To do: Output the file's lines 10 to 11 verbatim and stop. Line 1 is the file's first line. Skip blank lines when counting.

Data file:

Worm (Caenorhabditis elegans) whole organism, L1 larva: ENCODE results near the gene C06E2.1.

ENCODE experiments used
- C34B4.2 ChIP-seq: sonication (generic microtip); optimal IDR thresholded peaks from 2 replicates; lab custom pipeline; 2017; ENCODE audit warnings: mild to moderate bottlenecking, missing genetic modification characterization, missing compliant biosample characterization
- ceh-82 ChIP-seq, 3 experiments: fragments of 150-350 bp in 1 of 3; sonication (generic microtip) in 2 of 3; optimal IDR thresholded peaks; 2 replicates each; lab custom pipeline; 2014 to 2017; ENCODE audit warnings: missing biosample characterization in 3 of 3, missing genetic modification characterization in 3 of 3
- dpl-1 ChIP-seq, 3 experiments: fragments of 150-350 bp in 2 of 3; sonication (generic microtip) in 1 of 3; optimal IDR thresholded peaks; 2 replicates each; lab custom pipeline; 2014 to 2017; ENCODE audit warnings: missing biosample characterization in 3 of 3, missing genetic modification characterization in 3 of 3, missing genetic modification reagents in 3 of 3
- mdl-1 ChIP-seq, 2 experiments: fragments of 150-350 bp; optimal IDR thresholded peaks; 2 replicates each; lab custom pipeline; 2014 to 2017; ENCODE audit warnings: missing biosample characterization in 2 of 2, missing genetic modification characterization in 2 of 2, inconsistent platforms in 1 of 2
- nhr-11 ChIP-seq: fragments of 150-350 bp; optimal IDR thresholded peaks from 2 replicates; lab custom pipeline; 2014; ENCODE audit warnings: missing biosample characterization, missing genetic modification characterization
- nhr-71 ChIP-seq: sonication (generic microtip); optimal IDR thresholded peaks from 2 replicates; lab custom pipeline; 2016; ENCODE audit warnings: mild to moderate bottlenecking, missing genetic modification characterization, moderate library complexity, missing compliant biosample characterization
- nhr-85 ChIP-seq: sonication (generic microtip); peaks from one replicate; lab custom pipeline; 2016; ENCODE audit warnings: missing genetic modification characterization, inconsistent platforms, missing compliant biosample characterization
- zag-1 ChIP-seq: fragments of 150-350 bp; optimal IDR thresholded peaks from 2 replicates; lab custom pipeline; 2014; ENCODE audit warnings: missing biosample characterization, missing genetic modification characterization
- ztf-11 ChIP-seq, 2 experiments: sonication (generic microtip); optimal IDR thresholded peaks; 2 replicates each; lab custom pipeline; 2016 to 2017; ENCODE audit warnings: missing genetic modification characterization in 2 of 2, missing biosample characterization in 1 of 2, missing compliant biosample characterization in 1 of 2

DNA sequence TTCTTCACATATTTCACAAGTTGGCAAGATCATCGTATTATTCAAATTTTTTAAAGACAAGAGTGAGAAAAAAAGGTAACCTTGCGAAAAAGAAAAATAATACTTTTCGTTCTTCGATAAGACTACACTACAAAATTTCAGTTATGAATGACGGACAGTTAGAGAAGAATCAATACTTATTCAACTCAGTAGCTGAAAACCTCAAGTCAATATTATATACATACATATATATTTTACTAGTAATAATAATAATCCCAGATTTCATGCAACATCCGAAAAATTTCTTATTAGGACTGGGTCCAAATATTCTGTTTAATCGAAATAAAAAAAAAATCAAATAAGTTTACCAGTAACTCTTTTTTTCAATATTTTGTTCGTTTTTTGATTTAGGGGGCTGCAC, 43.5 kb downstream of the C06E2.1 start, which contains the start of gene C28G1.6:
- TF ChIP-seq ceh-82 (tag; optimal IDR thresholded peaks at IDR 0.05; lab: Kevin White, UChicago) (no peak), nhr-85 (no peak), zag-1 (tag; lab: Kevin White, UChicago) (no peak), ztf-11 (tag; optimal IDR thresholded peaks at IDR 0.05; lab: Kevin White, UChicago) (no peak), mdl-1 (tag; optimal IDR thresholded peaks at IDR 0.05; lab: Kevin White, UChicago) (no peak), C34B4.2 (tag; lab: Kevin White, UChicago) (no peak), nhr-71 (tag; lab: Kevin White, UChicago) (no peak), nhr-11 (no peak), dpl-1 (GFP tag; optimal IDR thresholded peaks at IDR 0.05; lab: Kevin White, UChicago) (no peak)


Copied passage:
- zag-1 ChIP-seq: fragments of 150-350 bp; optimal IDR thresholded peaks from 2 replicates; lab custom pipeline; 2014; ENCODE audit warnings: missing biosample characterization, missing genetic modification characterization
- ztf-11 ChIP-seq, 2 experiments: sonication (generic microtip); optimal IDR thresholded peaks; 2 replicates each; lab custom pipeline; 2016 to 2017; ENCODE audit warnings: missing genetic modification characterization in 2 of 2, missing biosample characterization in 1 of 2, missing compliant biosample characterization in 1 of 2